The German factoring market 2011

28.03.2012

Factoring 2011: Factoring continues to grow by 18.89%
Berlin, 28th of March 2012


2011 turned out to be another successful year for the German factoring market. After the extraordinary leap ahead in total turnover by more than 37% in 2010, the industry once more attained a remarkable increment of 18.89%, thus reaching a total factoring turnover of 157.26 billion Euro. The notable gains during the first half of 2011 (an increase of 28%) cooled off slightly during the second half of 2011 which led to a stable 20% in overall growth for the 26 factoring companies represented by the German Factoring Association in 2011.

„On average, the total volume of the factoring turnover increased by nearly 20% on an annual basis over the last ten years. Since 2005, the factoring turnover has nearly tripled, a result for the factoring industry to be proud of“, concludes Joachim Secker, spokesman of the German Factoring Association's executive board, thus giving a graphic summary of the gains during the last years.

Also the number of factoring clients increased by more than 20%, thus reaching a total of 14600 factoring clients.

In 2011, the German economy grew by 3%, a success from which also the factoring market was able to profit strongly and above average. The welcome augmentation is partly a result of the good economic development in certain industries which are important for factoring, but it can also be attributed to rising national consumption expenses, more investments as well as the continuing strength of exports of goods and services „made in Germany“.

Due to the repeated growth, the factoring ratio (referring to the ratio between the total of outstanding balances bought by the factoring companies associated in the German Factoring Association and the GDP) once more crossed an important threshold and now amounts to 6.12% (an increase of 0.82%). Thereby and for the third year in a row, the factoring ratio has increased by nearly 1% per annum. This is statistical proof of the growing importance of factoring, especially for SMEs: The overall factoring turnover of the members of the German Factoring Association currently equals to more than 6% of the German GDP!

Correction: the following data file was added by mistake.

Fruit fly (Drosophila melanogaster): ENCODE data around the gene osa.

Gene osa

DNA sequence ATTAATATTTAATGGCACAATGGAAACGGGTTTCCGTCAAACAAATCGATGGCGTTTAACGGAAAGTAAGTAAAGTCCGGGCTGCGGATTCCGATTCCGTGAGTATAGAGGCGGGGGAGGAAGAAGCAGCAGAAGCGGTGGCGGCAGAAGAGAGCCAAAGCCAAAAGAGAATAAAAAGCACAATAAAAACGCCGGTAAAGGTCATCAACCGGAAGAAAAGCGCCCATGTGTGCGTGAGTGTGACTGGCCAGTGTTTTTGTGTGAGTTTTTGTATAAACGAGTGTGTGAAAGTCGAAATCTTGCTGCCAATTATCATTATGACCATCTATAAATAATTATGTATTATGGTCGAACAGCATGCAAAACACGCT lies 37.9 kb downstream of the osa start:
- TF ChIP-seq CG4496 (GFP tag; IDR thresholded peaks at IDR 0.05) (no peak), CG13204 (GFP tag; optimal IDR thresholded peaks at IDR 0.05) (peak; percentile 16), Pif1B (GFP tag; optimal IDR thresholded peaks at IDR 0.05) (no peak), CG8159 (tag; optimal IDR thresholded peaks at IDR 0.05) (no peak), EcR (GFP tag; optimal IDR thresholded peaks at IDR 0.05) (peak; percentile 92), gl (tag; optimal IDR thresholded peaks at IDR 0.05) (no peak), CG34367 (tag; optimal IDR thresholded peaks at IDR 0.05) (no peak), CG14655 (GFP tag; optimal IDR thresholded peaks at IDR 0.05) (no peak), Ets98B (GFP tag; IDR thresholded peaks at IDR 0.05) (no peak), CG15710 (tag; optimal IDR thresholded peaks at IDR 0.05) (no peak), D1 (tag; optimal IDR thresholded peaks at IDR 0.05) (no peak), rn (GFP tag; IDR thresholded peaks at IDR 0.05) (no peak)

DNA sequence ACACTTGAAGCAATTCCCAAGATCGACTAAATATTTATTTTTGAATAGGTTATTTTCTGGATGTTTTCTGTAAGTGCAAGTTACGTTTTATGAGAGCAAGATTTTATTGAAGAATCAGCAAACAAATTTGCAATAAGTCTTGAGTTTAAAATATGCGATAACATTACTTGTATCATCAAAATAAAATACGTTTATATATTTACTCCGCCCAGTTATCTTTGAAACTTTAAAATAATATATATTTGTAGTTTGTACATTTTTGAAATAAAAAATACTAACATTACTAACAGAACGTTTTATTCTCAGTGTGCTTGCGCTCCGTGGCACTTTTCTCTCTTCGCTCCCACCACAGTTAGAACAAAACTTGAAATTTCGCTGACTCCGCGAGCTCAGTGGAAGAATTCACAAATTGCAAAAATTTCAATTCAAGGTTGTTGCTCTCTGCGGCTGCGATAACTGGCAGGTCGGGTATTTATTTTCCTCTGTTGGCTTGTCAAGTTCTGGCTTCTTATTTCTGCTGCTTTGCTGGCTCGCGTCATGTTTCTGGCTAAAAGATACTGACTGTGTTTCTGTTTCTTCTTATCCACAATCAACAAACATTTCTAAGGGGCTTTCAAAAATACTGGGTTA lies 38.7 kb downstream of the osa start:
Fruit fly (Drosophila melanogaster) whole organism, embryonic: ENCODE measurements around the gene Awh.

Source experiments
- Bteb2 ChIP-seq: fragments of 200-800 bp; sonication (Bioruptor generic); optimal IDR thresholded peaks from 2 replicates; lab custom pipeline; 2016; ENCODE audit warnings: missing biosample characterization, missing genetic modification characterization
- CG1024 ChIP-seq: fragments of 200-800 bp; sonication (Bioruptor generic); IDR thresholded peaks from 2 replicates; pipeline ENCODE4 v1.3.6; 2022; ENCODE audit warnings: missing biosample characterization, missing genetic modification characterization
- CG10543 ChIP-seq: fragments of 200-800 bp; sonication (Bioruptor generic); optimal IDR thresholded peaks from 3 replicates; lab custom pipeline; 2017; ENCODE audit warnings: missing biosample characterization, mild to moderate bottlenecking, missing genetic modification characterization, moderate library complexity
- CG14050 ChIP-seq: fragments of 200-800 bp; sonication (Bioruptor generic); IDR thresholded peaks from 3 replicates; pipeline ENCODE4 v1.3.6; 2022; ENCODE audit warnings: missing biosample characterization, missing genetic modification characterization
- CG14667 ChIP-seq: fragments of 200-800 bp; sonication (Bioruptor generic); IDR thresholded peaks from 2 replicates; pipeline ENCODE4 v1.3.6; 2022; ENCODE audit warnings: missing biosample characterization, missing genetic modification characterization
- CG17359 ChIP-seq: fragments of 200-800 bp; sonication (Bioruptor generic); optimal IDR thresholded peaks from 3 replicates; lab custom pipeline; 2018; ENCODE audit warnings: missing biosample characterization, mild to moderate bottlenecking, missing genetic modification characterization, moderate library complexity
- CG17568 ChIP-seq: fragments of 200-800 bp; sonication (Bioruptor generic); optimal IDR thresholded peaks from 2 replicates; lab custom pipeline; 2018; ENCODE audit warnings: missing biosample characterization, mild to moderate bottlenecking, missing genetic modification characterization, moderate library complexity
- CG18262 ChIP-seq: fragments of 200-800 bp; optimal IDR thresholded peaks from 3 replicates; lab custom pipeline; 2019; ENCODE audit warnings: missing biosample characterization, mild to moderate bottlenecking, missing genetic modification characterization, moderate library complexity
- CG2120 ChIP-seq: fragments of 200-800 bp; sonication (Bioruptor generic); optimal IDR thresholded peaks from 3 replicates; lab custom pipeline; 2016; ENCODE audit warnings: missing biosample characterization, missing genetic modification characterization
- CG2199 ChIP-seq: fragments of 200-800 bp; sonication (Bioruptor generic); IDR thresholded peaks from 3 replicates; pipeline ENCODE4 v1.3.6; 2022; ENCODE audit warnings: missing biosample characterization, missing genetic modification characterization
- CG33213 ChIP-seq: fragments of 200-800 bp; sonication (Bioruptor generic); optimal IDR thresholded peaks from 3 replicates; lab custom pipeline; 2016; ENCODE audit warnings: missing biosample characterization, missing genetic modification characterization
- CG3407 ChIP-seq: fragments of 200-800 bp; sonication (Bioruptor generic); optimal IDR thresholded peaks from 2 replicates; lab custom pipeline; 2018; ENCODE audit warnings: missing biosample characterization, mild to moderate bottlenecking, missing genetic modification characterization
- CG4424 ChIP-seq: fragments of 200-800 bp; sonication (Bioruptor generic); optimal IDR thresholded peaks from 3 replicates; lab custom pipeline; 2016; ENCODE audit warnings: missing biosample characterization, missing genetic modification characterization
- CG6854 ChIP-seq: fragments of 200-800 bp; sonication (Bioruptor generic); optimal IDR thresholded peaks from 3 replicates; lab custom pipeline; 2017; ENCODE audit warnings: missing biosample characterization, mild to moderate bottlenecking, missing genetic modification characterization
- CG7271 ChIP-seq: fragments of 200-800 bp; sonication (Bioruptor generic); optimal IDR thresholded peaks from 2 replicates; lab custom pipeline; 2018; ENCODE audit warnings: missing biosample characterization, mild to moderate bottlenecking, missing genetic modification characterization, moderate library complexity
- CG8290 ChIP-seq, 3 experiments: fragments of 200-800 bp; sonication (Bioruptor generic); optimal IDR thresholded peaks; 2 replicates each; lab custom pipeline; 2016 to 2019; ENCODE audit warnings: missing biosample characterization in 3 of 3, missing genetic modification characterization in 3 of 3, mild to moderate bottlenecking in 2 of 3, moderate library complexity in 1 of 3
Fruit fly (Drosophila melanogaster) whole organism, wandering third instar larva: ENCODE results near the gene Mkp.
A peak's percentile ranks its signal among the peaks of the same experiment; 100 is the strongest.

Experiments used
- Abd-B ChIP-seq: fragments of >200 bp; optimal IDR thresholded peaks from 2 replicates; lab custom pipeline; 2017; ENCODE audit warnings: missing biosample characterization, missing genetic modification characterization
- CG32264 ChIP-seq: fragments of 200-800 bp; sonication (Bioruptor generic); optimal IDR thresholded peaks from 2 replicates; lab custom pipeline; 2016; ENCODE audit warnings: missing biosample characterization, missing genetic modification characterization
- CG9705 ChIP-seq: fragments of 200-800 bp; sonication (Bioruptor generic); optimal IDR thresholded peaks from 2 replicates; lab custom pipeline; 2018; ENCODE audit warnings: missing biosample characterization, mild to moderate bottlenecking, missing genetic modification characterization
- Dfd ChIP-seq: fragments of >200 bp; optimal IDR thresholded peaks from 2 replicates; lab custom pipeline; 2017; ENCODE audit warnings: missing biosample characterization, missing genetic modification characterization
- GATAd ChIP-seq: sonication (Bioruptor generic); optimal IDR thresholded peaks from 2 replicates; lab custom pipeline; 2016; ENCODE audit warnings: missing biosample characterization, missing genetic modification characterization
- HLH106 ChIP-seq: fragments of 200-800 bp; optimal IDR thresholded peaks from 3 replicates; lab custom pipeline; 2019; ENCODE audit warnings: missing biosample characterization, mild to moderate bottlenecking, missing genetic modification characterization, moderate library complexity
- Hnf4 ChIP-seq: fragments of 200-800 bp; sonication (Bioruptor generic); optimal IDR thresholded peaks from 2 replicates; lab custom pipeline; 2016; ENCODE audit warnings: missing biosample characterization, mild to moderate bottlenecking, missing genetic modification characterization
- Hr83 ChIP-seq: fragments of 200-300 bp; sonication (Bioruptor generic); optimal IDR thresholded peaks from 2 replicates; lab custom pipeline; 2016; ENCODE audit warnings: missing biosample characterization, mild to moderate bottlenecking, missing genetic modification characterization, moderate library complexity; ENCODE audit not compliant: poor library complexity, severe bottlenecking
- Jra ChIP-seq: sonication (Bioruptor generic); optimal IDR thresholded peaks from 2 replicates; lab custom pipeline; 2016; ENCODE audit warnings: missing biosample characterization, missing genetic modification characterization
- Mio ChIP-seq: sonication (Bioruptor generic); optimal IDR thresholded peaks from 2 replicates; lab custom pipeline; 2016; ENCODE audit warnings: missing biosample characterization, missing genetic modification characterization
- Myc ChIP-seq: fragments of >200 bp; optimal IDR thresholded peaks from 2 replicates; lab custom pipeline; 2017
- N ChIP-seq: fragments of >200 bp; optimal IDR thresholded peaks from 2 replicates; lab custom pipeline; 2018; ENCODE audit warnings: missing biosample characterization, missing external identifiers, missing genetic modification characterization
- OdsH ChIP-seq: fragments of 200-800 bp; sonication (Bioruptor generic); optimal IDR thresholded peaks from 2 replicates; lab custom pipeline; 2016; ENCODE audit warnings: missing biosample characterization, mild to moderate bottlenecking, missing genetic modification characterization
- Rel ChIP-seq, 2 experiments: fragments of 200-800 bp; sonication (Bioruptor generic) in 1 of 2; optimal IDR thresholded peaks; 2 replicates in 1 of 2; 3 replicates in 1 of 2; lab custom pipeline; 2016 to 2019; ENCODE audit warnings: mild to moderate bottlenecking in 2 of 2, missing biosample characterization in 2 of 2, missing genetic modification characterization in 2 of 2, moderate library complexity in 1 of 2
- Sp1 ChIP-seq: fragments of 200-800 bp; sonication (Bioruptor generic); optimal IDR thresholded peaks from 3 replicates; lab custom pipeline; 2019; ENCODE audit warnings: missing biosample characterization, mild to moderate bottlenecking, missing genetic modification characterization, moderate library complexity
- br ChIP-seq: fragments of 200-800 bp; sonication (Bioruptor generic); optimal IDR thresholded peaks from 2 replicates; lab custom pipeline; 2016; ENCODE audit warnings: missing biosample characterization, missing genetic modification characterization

The average collection period finally nearly returned to the original pre-crisis level of 40.7 days (in comparison to 41.1 days in 2010 and 2009 and to 40.5 days in 2008). This can mainly be attributed to the strong domestic economic development which secured jobs and thereby improved the payment history of the debtors. The increases in total factoring turnover as well as client numbers are also reflected by the continuing increase of debtors to currently 4,273,000, a plus of 7.8% in comparison to 2010.

The top 5 of the most important key industries in factoring remained largely unchanged: Trade and trade negotiation, services, manufacturing of metal objects and machine construction as well as metal production and metal processing are still the most important key industries. However, some remarkable increases were to be noted for inter alia the production of chemical goods and rubber and plastic goods, while there was a slightly lower increase for the wood industry and other processing trades.

As for the different forms of factoring, inhouse factoring decreased slightly to roundabout 77.2% while full service factoring went up a little and now stands for just over 19% of the total factoring turnover. A reason for this may be that full service factoring is more in demand by SMEs. Moreover, maturity factoring also increased slightly to nearly 3.7%.

For the first time, goods worth more than a trillion Euro were exported in 2011. This boom for products „made in Germany“ also led to a dynamical development in international factoring: Export factoring increased by 15.93% to 34.49 billion Euro while import factoring even grew with 33.21% and thus attained a turnover of 3.65 billion Euro. Growth impulses not only came from longstanding cooperations within western Europe, but also the USA seem to have regained their role in international trade.

Considering the new rules conceived by the Basel Committee on Banking Supervision (Basel III) and their effects also on national legislation as from 2013, it is to be assumed that factoring as a financial service will continue to show a clear potential in Germany, particularly in the SME-sector. Therefore, the members of the German Factoring Association start 2012 optimistically, even though this optimism is slightly less prevailing than in 2011: Nearly 74% of the members expect at least a „good“ development, another nearly 22% predict an at least „satisfactory“ development of the business while only 4% expect a negative development. However, this largely positive outlook on the German factoring market stands under the shadow of (overly) nervous financial markets, the global crisis resulting from state debts as well as growing doubts regarding the political capacity to act in large parts of the world. In addition, the political instabilities in northern Africa and the  tightening situation in the Middle East have to be taken into consideration, the latter with a stronger focus on the important subject of energy supplies.